Encounter with an Iberian Woodrat

Like the jigsaw puzzle suddenly nearing completion the pile was virtually gone. I had used the tarp to drag the piled debris to a new bonfire-to-be in the pasture. After the pile down below went up so easily yesterday afternoon I figured we could easily get this pile ablaze before dark.

The locust limbs split and hauled away, the thorny vines extirpated and lofted onto the pile, the only element of debris remaining where the brush pile once sat was a collection of tree detritus: twigs, leaves, the maroon pods of the honey locust. It was a curious collection, somewhat familiar-looking. I was grabbing at this melange with gloved hands and tossing some of it on the tarp to be hauled away. Doing this I stepped into a depression, wide but shallow. I started to get an inkling that I was disturbing a nest...

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Tijuana Mission Trip 2.0

We're between mountains, like in Colorado, or Utah. Wall! Border wall. To our left, to the north. Contiguous. Iron? A rusty red. Eight feet high? It cuts into the hillside.

Suddenly it's a little greener. Wind in the palms. Some flattening out. By the looks of it, the playa at camp will be windy. Stones, boulders on the hillsides. I've lost sight of the wall as we've tended south.

This is a smooth road. Turning to the south. Large round boulders. Accesso planta dart. Windmill. This is the back way into camp. It has a rural feel but there's actually quite a few plants or factories back in here. The road has gotten very rocky. A metal structure manufacturer. Galvanization. A burned area. Car carcasse. Lots of old tires. A guy in a chair under the shade of a tree just looking out at the road. Railroad.

We take a right onto a much smoother, paved road. There are lots of cars stopped on the side of this road. There are canopies set up. Lots of them. Is it a market? We're close to camp. Turning right, I know this road. There's the old, snub-nosed flatbed lorry. The silo-like red cylinder lying on its side. Dust! At 14:42 we are at the Amor Hacienda Camp...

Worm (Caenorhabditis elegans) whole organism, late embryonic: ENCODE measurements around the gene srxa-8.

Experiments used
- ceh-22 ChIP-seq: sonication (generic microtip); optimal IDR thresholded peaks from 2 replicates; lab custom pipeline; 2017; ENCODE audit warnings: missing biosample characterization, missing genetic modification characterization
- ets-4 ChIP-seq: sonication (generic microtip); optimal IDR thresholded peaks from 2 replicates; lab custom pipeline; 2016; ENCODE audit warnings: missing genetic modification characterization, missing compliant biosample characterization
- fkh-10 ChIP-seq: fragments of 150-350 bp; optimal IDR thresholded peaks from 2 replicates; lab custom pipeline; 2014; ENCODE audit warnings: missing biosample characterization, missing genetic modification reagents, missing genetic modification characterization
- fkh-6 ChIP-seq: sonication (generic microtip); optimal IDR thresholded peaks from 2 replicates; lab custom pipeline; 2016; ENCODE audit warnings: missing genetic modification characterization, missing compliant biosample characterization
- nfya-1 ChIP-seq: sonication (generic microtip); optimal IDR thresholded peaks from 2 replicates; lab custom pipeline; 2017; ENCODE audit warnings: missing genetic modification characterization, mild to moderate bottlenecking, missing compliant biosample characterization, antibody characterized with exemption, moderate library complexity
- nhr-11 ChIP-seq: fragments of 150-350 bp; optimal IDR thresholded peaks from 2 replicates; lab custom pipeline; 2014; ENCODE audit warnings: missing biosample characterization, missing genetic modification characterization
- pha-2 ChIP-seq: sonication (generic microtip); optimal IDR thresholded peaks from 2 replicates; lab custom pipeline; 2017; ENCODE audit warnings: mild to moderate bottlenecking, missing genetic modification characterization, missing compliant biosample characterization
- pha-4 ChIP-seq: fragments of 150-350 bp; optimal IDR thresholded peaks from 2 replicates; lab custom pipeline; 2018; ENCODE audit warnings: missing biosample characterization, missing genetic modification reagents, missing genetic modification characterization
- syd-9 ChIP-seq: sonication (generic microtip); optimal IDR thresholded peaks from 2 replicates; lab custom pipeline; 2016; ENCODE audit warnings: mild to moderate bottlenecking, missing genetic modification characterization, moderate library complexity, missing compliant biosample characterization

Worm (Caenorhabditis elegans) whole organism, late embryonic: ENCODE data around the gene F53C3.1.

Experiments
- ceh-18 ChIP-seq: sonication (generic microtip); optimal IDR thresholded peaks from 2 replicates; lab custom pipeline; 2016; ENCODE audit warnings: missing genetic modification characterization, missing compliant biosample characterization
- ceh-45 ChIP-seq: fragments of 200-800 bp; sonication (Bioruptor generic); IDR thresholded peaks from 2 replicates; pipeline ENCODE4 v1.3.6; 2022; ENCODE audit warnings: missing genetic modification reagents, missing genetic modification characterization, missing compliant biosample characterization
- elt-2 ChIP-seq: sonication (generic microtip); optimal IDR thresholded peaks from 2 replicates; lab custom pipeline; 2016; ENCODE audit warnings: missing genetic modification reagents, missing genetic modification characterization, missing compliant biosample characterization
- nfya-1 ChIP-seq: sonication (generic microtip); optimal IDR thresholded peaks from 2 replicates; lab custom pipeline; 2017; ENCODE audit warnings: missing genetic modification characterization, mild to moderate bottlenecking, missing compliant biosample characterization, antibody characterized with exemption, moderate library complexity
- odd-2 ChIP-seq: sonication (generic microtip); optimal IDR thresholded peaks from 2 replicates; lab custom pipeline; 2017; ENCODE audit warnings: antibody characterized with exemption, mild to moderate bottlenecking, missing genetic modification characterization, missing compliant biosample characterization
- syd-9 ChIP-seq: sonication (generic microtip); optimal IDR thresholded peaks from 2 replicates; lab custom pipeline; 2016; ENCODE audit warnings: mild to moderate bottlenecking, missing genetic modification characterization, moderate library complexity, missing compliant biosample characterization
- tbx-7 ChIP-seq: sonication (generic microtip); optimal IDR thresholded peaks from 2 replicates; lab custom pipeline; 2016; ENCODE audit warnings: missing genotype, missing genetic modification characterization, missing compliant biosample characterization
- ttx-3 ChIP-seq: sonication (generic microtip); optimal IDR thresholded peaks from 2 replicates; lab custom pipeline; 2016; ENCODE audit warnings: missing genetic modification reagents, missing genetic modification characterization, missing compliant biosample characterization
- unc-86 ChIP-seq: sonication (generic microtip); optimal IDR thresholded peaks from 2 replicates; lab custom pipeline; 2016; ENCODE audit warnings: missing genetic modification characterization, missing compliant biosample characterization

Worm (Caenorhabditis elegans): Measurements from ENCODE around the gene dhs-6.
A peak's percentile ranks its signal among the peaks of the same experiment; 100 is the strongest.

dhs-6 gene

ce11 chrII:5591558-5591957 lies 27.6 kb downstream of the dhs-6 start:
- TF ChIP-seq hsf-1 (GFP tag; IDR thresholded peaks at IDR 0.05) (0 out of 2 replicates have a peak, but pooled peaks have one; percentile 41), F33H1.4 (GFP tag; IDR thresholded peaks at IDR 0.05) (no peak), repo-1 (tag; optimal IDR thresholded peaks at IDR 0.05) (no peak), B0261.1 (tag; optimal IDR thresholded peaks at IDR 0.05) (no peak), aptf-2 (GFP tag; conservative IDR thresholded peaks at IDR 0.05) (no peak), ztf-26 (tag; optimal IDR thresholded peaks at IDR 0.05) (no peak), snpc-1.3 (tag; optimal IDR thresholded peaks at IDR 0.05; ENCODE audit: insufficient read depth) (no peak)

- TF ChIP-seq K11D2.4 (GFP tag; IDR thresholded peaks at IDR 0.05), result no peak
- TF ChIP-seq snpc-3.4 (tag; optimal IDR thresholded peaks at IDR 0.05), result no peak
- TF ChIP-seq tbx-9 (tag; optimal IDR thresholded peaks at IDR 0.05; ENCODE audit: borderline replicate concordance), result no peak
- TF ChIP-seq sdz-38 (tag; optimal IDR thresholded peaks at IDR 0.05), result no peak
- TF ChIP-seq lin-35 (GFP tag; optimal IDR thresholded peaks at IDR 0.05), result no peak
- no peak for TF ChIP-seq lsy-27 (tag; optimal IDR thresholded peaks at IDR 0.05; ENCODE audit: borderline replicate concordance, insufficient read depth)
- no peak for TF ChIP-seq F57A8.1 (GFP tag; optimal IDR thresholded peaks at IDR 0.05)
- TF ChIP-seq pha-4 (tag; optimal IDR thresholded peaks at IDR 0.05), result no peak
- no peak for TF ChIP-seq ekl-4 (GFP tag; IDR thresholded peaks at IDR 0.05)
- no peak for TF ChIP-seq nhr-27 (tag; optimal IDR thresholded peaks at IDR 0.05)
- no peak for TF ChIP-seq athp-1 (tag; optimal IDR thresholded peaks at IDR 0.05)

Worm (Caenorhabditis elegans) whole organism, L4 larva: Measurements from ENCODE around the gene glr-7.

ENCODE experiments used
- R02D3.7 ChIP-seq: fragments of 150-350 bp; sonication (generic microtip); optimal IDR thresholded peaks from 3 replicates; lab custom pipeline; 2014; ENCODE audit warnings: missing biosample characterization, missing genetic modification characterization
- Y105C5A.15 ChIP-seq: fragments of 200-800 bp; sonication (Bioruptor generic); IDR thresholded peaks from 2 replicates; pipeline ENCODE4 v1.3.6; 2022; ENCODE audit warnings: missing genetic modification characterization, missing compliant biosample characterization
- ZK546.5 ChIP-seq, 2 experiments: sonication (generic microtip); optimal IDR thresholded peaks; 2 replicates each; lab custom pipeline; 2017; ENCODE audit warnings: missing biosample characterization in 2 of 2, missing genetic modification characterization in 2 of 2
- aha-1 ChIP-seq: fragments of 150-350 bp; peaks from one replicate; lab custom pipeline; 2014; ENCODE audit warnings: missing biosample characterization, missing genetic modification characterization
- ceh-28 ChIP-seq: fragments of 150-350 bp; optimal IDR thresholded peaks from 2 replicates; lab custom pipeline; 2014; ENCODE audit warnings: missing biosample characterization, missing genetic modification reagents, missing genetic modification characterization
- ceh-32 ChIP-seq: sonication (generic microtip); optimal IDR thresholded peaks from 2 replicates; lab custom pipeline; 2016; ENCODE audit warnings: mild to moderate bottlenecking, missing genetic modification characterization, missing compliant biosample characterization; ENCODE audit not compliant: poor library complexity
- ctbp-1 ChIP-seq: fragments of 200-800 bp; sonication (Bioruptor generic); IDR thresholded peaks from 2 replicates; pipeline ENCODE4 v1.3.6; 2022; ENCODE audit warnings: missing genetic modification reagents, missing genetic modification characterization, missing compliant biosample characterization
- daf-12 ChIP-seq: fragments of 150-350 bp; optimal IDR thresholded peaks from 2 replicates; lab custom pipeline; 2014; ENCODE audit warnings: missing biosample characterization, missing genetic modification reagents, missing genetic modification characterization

Continue with this Tijuana 2019 travelogue...

Hay Bales, Highway 50

I realized there was more to Missouri
that summer, working in the middle of the state.

On Fridays I'd take Highway 50 from
Jeff City to Union, through antique towns,
past fields of hip-high grass that hushed
wispy and soft, green-gold in
June and July's late-setting light.

The spell would break hard when
I hit the interstate, leaving only a fleeting
afterimage as I braced for the
reality of lane changes and going
home, to my parents.

One August evening, somewhere west of Rosebud
I drove past a field whose grass was freshly
cut, left to hay in shaggy rolls, two dozen
of them spread out like a herd of bison grazing
quiet in a pasture holding nothing else
but a single sun-soaked tree.

At its far end the field ran up against a treeline,
giving rise to one of Missouri's unsung hills.
Above the hill a hawk tracked higher on
a thermal while cumulus and contrail
slowly absorbed the colors of the sunset.

I was late getting home that night.
When my parents asked me where I'd been I
said nothing, only handed them
this photograph.

A Farmer’s Almanac


Over this side
And steel.
Most moisture
We’ve seen in months.
Rusted linoleum
Tractors cowed